The Ghouls' Guide to Good Grammar
Grammar can be confusing, no matter if you're an adult, a child, or well . . . even a ghoul. And its rules can be hard to remember or keep straight. Ghastly things can happen when a comma or even a simple period is misplaced. But never fear! We have the perfect book to help you keep your head and your cool. In The Ghouls' Guide to Good Grammar basic rules of grammar such as correct punctuation and appropriate word choices are explained from a monster's point of view. For example, see how a simple comma clears up any misunderstanding between Vanessa and her parents. "Vanessa Vampire loves cooking, her parents, and her baby sister" versus "Vanessa Vampire loves cooking her parents and baby sister." For anyone needing a refresher course on how to use a hyphen or an apostrophe, or is confused by pesky contractions, The Ghouls' Guide to Good Grammar is for you. After all, choosing the right word and the right punctuation to use is as important as picking the right human being to eat for dinner. Back matter includes a short grammar quiz.
|Interest Level||Kindergarten - Grade 3|
|Reading Level||Grade 1|
|ATOS Reading Level|
|Guided Reading Level|
|Publisher||Sleeping Bear Press|
|Available Formats||Hardcover (9781534110953), PDF (9781534192324), Hosted ebook (9781534192447)|
|Number of Pages||32|
|Dimensions||11 x 9|
Kirkus Reviews - The Ghouls' Guide to Good Grammar
Monsters, witches, and zombies add importance to the grammar and spelling rules in this guide. Starting with end-of-sentence punctuation, the rules are straightforward, and the example is a soft punchline: A monster asks a group of trembling human children, “What’s shaking?” to demonstrate the use of a question mark. The examples get more interesting as different versions of sentences are compared, with their meanings changed by variations in punctuation and spelling choices. A human child says, “Time to eat, Sylvester” to a cat, but a monster says, “Time to eat Sylvester.” Commas, contractions, capitalization, word pairs like than/then, and homophones that fit the theme (hair-raising versus hare-raising) all get straightforward explanations along with illustrated examples. Sections are clearly marked with yellow titles on black banners for easy skimming, and comparisons are laid out in side-by-side panels with speech and thought bubbles. The words being taught are printed in red. The colorful, cartoon illustrations are gross and humorous enough to hold children’s attention over multiple readings as the grammar and spelling rules sink in. The power of grammar and spelling to turn loved ones into meals conveys the importance of detail in proper writing; the playful touches of the ghoul theme make these rules more memorable than the standard textbook guide can. The human characters are racially diverse. A ghoul grammar quiz at the end tests readers’ memories of the rules. A scarily fun addition to the reference shelf.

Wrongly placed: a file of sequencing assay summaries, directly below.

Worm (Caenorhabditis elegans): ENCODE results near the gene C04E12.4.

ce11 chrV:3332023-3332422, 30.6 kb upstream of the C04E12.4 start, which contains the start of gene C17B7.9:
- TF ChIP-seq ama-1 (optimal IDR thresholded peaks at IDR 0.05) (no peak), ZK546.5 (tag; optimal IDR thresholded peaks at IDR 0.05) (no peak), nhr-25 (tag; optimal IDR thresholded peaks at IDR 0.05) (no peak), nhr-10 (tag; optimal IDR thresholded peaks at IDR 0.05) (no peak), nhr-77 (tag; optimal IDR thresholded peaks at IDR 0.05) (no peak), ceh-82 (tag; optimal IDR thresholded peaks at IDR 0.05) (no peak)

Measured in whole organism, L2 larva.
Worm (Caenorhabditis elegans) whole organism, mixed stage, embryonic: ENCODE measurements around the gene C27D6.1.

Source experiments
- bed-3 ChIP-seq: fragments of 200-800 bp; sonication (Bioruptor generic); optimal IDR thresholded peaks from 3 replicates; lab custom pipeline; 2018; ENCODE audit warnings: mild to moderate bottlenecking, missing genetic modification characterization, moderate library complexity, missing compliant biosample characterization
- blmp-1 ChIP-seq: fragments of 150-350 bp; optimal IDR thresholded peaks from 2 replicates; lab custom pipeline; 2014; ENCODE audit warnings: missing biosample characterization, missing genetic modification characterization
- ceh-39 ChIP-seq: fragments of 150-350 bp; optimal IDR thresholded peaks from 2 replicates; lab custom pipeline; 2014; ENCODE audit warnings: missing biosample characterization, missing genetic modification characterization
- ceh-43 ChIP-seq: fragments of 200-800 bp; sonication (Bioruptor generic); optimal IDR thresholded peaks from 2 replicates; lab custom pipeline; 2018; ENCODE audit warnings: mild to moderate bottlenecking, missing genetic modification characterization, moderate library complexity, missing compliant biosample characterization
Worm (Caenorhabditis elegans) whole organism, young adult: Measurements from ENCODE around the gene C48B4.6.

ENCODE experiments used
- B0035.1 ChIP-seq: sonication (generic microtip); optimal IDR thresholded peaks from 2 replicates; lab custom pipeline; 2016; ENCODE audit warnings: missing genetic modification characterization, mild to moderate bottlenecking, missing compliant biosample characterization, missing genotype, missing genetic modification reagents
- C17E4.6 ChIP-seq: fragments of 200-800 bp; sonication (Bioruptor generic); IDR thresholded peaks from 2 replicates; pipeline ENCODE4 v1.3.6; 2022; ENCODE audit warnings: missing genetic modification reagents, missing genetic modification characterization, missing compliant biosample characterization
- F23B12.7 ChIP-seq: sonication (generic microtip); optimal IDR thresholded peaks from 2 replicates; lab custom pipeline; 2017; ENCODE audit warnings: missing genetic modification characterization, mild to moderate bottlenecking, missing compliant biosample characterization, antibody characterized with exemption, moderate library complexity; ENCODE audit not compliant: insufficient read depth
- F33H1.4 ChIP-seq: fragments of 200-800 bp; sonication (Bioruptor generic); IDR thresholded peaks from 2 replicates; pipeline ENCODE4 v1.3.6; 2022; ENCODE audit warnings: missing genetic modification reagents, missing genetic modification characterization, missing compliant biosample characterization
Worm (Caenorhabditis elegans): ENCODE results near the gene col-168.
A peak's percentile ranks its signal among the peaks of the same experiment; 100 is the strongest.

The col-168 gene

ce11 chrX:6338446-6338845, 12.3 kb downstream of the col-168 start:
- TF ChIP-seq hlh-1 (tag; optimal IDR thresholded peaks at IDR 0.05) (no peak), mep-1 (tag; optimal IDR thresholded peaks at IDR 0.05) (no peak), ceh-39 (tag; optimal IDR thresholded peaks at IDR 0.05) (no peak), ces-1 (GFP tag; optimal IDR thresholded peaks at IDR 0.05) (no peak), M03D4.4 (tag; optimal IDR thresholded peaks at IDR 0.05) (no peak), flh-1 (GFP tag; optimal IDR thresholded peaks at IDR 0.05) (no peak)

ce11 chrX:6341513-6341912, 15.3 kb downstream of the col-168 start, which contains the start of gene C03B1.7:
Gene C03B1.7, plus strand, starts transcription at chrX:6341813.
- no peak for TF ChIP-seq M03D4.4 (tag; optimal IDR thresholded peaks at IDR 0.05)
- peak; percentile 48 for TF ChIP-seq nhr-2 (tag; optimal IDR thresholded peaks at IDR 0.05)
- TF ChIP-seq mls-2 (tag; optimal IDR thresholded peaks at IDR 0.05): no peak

The Ghouls' Guide to Good Grammar - Activity Page
Activity Pages to accompany the book The Ghouls’ Guide to Good Grammar. View →
Author: Leslie Kimmelman
Leslie Kimmelman is the author of many books for children, including the recent Everybody Bonjours; Mind Your Manners, Alice Roosevelt! (a CELI finalist, Bank Street Best Children’s Book, and NCSS/CBC book); and The Little Red Hen and the Passover Matzah (a Sydney Taylor Notable Book), as well as a number of titles currently in production. Leslie has been a children’s book editor for more than twenty-five years, and is currently working as a part-time editor at Sesame Workshop. She has also written for a variety of parenting magazines, children’s magazines, and Web sites, and has penned numerous books for licensed properties (Nickelodeon, Disney, Sesame Street, and so on) under the name Jodie Shepherd.
Leslie grew up outside Philadelphia, graduated from Middlebury College with a BA in history, and now lives near New York City with her family.